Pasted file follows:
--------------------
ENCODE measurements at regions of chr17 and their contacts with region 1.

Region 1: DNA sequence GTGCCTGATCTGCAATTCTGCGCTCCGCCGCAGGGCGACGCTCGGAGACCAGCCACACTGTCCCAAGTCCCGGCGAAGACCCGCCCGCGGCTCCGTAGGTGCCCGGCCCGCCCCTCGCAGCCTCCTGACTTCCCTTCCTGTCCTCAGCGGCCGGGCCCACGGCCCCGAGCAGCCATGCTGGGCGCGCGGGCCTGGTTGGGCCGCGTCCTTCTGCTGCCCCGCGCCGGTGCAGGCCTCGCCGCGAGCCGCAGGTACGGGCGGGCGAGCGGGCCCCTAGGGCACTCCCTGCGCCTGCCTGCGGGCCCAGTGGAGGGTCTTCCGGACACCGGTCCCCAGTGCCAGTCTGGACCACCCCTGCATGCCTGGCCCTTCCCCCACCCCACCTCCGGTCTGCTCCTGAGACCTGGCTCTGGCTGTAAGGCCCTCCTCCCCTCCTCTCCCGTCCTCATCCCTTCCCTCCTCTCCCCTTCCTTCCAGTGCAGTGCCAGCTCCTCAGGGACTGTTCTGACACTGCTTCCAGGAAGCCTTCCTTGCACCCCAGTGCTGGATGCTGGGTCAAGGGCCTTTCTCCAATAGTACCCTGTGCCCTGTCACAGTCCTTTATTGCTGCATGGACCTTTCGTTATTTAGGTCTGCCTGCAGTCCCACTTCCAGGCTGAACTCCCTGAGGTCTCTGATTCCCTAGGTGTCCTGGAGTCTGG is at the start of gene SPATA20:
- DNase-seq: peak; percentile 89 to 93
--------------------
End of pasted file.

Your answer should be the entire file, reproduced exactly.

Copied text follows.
ENCODE measurements at regions of chr17 and their contacts with region 1.

Region 1: DNA sequence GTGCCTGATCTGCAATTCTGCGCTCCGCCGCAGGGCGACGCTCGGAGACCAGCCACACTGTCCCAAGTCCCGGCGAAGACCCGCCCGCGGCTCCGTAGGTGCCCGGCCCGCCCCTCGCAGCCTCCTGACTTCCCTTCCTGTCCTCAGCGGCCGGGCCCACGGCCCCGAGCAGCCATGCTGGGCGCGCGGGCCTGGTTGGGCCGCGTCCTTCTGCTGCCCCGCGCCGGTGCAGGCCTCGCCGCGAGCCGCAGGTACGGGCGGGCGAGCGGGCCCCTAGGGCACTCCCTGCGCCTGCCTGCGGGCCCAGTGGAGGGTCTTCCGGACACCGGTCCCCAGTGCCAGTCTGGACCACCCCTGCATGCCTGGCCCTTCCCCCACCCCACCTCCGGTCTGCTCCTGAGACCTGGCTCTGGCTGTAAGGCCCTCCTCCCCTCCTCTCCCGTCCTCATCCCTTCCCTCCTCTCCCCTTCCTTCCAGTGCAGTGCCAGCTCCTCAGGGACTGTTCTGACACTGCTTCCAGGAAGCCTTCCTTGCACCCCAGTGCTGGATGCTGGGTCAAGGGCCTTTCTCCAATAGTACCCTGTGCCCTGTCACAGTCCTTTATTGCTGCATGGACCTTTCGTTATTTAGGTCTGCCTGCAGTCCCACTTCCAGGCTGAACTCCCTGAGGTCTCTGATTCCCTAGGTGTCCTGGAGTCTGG is at the start of gene SPATA20:
- DNase-seq: peak; percentile 89 to 93